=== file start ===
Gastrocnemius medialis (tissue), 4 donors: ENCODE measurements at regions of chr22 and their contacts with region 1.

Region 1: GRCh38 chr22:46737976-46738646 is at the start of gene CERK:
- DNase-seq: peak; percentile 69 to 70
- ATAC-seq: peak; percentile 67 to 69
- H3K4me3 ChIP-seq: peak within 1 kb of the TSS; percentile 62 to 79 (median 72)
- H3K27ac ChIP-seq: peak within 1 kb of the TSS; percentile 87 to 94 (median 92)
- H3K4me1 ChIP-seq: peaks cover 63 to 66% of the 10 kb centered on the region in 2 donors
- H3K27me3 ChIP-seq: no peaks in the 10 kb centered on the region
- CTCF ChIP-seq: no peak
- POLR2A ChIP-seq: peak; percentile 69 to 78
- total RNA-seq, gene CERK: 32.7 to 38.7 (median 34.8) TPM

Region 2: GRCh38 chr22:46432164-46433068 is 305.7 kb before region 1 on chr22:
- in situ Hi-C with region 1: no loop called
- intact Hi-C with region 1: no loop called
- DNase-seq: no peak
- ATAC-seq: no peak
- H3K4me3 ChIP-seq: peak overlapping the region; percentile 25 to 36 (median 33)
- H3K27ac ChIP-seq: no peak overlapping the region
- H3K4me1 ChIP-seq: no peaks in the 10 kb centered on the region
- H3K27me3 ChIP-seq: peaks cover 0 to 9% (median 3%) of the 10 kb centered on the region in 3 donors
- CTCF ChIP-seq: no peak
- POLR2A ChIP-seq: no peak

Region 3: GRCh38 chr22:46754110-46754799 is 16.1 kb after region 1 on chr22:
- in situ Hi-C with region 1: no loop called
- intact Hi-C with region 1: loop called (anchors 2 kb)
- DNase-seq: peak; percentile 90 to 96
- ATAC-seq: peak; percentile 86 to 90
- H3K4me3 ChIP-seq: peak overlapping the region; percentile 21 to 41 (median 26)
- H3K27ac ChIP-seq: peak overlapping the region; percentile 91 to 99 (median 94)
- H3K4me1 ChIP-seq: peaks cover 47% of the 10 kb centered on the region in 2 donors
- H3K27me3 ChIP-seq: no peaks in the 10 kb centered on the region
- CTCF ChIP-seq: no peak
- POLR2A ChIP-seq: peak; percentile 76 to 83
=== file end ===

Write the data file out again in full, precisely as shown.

Gastrocnemius medialis (tissue), 4 donors: ENCODE measurements at regions of chr22 and their contacts with region 1.

Region 1: GRCh38 chr22:46737976-46738646 is at the start of gene CERK:
- DNase-seq: peak; percentile 69 to 70
- ATAC-seq: peak; percentile 67 to 69
- H3K4me3 ChIP-seq: peak within 1 kb of the TSS; percentile 62 to 79 (median 72)
- H3K27ac ChIP-seq: peak within 1 kb of the TSS; percentile 87 to 94 (median 92)
- H3K4me1 ChIP-seq: peaks cover 63 to 66% of the 10 kb centered on the region in 2 donors
- H3K27me3 ChIP-seq: no peaks in the 10 kb centered on the region
- CTCF ChIP-seq: no peak
- POLR2A ChIP-seq: peak; percentile 69 to 78
- total RNA-seq, gene CERK: 32.7 to 38.7 (median 34.8) TPM

Region 2: GRCh38 chr22:46432164-46433068 is 305.7 kb before region 1 on chr22:
- in situ Hi-C with region 1: no loop called
- intact Hi-C with region 1: no loop called
- DNase-seq: no peak
- ATAC-seq: no peak
- H3K4me3 ChIP-seq: peak overlapping the region; percentile 25 to 36 (median 33)
- H3K27ac ChIP-seq: no peak overlapping the region
- H3K4me1 ChIP-seq: no peaks in the 10 kb centered on the region
- H3K27me3 ChIP-seq: peaks cover 0 to 9% (median 3%) of the 10 kb centered on the region in 3 donors
- CTCF ChIP-seq: no peak
- POLR2A ChIP-seq: no peak

Region 3: GRCh38 chr22:46754110-46754799 is 16.1 kb after region 1 on chr22:
- in situ Hi-C with region 1: no loop called
- intact Hi-C with region 1: loop called (anchors 2 kb)
- DNase-seq: peak; percentile 90 to 96
- ATAC-seq: peak; percentile 86 to 90
- H3K4me3 ChIP-seq: peak overlapping the region; percentile 21 to 41 (median 26)
- H3K27ac ChIP-seq: peak overlapping the region; percentile 91 to 99 (median 94)
- H3K4me1 ChIP-seq: peaks cover 47% of the 10 kb centered on the region in 2 donors
- H3K27me3 ChIP-seq: no peaks in the 10 kb centered on the region
- CTCF ChIP-seq: no peak
- POLR2A ChIP-seq: peak; percentile 76 to 83